Waltham company supplying DNA test kits to ICE
Used to verify whether families at border are biologically related
FEDERAL OFFICIALS ARE USING RAPID DNA testing kits produced by a Massachusetts biotechnology company to verify the family connections of immigrants at the US-Mexico border.
The kits, developed by Waltham-based ANDE Corp., were tested by US Immigration and Customs Enforcement in a three-day trial in May in El Paso, Texas, that was extended for several months in July at a total cost of $52,000. The kits are now being used at five more locations along the southwest border.
Britney Walker, a spokeswoman for the Department of Homeland Security, said members of 84 families suspected of fraud were tested over the initial three-day period. The DNA tests indicated 16 of the families included children who were not related to their alleged parents. The spokeswoman said criminal charges are being filed against the adults related to identity fraud, alien smuggling, human trafficking, and child exploitation.
Rapid DNA testing requires getting a cheek swab from the parent and child in question to determine if the individuals are close biological relatives. The test provides results in 90 minutes, much faster than regular DNA tests which often take weeks to process.
ANDE Corp. declined to comment. The company’s website bills its technology as a “vital tool in a government’s immigration policies, from identifying familial relationships to reducing the trafficking of children to identifying suspects crossing borders illegally.” It is currently the sole supplier of the rapid tests to ICE.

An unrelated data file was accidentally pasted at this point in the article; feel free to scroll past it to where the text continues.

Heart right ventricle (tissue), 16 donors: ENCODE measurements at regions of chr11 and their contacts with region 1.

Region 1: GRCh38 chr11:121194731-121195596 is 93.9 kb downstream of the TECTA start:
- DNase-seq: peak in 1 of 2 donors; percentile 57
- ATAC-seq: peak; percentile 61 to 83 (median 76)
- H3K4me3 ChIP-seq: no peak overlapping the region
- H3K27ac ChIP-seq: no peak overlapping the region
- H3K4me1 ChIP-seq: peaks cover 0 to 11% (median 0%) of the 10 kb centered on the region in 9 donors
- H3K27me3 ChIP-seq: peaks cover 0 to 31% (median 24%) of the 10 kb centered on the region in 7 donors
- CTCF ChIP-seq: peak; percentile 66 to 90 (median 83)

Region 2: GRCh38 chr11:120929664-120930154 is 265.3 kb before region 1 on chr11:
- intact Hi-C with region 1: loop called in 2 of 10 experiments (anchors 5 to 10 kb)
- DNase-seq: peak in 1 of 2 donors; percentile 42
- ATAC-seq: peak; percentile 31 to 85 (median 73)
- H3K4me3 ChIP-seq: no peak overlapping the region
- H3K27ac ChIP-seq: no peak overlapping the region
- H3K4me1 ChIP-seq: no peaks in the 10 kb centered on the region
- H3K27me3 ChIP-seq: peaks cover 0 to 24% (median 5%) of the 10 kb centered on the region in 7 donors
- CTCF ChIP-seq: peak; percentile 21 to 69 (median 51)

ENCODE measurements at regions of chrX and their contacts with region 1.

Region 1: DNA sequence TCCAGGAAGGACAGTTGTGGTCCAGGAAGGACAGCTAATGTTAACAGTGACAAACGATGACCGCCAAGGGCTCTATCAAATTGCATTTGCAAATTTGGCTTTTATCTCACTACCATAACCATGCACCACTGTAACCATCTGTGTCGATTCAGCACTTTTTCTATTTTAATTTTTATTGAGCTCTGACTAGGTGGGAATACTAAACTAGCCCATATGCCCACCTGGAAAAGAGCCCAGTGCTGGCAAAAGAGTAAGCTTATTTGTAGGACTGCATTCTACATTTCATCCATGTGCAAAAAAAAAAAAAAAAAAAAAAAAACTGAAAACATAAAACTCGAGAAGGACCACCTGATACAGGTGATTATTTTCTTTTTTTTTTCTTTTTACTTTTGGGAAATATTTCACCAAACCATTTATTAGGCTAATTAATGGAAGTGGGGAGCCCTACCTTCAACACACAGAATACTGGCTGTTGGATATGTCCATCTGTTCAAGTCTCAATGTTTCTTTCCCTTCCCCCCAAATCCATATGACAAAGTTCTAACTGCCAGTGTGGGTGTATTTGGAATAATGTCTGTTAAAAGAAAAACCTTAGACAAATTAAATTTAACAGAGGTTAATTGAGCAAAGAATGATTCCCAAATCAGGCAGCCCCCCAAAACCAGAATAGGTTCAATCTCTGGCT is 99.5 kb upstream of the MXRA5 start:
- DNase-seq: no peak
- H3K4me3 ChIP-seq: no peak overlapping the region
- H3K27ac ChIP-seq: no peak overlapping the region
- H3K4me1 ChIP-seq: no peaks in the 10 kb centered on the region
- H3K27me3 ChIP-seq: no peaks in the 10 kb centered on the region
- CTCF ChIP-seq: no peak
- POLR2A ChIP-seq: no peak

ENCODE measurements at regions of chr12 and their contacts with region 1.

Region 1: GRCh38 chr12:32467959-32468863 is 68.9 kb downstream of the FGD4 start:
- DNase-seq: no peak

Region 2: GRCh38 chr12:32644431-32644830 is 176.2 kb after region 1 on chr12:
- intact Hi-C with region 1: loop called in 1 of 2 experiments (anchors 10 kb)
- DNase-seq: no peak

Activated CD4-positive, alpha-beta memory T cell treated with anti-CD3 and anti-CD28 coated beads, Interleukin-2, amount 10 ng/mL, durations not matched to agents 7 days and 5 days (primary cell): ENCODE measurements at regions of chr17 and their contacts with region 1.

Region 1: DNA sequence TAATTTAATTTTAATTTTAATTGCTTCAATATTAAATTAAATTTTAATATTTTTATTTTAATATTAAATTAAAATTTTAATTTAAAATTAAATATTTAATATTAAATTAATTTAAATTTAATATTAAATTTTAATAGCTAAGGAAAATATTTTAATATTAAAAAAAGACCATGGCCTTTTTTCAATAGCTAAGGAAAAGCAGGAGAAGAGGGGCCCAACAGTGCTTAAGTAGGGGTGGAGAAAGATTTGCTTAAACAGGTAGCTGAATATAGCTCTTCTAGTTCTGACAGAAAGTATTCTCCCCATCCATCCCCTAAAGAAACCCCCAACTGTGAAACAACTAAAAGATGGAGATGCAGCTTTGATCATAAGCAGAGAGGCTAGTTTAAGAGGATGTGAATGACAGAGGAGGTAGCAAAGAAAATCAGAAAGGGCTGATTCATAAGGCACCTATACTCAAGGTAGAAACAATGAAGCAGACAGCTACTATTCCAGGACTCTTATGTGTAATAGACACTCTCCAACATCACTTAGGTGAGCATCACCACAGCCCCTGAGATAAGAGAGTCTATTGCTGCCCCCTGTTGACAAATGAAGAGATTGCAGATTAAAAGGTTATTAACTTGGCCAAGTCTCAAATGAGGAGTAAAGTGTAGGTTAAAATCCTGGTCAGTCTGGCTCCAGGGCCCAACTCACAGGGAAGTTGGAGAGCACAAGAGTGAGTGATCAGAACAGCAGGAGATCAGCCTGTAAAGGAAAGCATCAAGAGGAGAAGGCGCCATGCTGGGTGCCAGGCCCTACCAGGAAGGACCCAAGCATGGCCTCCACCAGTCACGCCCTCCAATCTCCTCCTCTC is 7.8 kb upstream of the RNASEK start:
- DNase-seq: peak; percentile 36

Grace Meng, acting deputy director for the advocacy organization Human Rights Watch, said DNA testing is not the best way to deal with immigration fraud. She said sometimes a child’s primary caregiver is not the parent, but a negative DNA test could nevertheless result in separation.
“DNA testing is an incredibly overbroad approach to protecting children when there are more child-centered approaches that can be taken, such as having child welfare professionals evaluating children who seem to be at risk,” Meng said. “Family is not necessarily defined by DNA, and DNA testing will result in additional families being separated and traumatized.”
The ANDE contract for rapid DNA testing was included in a database of ICE contracts first compiled by Sludge, a publication focused on lobbying and money in politics.
Companies are coming under fire for just doing business with federal immigration agencies. In June, thousands of people protested a $200,000 contract between furniture manufacturer Wayfair and US Customs and Border Protection for beds being provided to a detention center in Texas, with protesters calling the company complicit with human rights violations.More than a thousand companies have received over $3.3 billion from ICE in exchange for services since early 2017.
Other Massachusetts-based companies who have had contracts with ICE over the past few years include Northeastern University, Thermo Fisher Scientific Inc. of Waltham, and Bedford-based Aware Inc., which focuses on fingerprint and facial recognition technology.